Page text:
• Post category:Economics

What is the Law of Supply

Law of supply is an economics theory that states that the price and quantity supplied of a good are related to each other. The law of supply state if the price of a good increase (by demand of the buyer), then the seller increase the supply of that good.

In contrast, when the price of a good decrease (when the buyer no longer wants it), then the seller decrease the supply of that good in the market.

As with the law of demand, the law of supply assumes other things are held constant but the price and quantity supplied of a good are directly related to each other:

  • Quantity supplied rises as the price rises.
  • Quantity supplied falls as the price falls.

To put it simply, the more people want something, the cheaper it becomes. As long as demand remains high, prices will remain low. When demand begins to drop, prices begin to increase.

Supply Curve

The supply curve is a graph representing the relationship between price and quantity supplied. The supply curve is an upward slope that tells us that the quantity supplied varies directly in the same direction with the price.

These changes suggest that as production costs increase, producers will supply the same quantity of goods at higher prices. As you can see from the graph below, a shift in the supply curve to the left means that the price must also rise to maintain the same quantity. The supply then moves to the right, which means the same supply will enter the market at a lower price.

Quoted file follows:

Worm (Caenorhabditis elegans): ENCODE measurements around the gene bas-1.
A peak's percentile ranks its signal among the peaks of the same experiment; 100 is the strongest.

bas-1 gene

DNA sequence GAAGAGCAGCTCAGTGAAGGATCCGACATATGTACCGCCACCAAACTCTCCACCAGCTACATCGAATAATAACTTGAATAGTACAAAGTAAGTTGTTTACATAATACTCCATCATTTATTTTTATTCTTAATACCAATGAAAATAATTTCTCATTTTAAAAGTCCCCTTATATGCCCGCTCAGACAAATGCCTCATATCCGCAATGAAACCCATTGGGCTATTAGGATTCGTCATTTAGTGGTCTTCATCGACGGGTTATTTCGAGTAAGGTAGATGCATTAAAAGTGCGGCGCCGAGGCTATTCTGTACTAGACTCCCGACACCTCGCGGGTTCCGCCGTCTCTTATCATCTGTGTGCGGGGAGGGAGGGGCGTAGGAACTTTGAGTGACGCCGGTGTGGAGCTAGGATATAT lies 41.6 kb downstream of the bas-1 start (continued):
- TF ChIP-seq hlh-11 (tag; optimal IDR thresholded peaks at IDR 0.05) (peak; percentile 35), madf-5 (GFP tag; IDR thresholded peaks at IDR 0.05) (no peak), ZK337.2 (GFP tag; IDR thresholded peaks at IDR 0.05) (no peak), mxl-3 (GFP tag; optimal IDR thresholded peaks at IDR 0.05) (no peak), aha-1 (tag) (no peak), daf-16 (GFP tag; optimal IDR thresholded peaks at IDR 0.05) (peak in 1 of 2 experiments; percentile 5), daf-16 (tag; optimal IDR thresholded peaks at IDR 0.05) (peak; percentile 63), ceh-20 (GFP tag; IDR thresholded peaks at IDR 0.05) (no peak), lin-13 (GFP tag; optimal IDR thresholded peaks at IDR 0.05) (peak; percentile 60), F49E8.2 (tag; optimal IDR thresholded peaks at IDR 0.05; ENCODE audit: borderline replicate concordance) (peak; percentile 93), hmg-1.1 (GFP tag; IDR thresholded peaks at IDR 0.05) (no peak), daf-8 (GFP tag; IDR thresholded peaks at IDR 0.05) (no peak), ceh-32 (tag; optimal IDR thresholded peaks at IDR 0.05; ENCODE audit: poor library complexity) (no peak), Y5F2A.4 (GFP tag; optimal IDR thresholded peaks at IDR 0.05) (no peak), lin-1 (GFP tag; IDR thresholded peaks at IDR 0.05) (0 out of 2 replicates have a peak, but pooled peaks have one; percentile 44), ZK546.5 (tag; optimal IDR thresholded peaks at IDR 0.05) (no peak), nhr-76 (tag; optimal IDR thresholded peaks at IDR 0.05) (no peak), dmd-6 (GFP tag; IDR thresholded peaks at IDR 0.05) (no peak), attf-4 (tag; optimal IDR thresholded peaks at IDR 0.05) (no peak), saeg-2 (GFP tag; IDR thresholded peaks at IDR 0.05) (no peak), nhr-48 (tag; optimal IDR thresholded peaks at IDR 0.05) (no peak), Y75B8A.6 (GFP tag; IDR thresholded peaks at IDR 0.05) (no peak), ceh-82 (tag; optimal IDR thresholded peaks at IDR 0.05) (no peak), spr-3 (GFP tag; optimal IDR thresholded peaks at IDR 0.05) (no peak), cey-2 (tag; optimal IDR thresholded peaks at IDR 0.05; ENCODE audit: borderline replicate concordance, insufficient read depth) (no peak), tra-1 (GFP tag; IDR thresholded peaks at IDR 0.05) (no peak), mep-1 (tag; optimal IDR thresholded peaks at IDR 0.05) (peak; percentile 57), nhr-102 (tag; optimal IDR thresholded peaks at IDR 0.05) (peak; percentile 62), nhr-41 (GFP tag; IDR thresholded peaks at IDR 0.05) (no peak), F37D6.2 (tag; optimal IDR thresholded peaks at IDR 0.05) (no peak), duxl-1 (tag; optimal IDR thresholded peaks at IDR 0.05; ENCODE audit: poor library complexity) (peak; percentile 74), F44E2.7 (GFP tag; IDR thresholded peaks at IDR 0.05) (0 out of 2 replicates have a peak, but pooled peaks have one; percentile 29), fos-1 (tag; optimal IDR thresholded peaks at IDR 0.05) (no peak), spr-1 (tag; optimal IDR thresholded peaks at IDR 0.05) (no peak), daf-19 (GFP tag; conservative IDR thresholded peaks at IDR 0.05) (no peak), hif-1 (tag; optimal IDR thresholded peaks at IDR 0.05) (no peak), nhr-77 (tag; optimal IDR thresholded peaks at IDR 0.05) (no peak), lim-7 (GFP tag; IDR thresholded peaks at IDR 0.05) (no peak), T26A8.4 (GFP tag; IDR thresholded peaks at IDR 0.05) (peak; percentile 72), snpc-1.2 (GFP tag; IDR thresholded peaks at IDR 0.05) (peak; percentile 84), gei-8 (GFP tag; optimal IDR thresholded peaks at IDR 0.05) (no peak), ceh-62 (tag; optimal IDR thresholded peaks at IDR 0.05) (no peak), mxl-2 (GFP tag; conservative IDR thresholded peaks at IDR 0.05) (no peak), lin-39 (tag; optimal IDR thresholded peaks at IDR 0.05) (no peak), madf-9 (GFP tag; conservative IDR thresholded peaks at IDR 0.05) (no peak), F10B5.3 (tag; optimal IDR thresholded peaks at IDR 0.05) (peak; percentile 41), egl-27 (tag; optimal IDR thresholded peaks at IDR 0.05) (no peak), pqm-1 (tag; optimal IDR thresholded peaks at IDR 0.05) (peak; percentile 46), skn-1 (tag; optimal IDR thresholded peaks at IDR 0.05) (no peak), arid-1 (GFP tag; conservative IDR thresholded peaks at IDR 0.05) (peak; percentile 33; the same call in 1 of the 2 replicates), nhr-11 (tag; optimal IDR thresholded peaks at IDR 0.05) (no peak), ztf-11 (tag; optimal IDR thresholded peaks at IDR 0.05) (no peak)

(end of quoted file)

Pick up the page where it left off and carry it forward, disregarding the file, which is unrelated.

Supply Curve Definition Shifts in Supply Curve Law of Supply
The supply curve

Suppliers tend to increase the number of products sold on the market to make more money when prices rise. As mentioned above, the best deal for suppliers is to increase their supply when the price of a product rises. If the demand for the product in the market increases, the supplier can raise the price and bring more products to the market. In other words, when the price that buyers pay for a good increase, the supplier increases the supply of that good in the market.

Increasing the price almost always results in an increase in the quantity offered, while lowering the price reduces the quantity offered. As the price goes up, there is a tendency to increase the supply because more profit can now be made.

Shifts in Supply Curve

A shift in supply results from a change in any cause other than a change in price. It is a shift in the entire supply curve. Changes in price cause changes in quantity supplied. If the supply is affected by anything other than price, that is, by a shift factor of supply, there will be a shift in supply.

Shift factors of the supply curve include:

  • Price of inputs
  • Technology
  • Expectations
  • Taxes and subsidies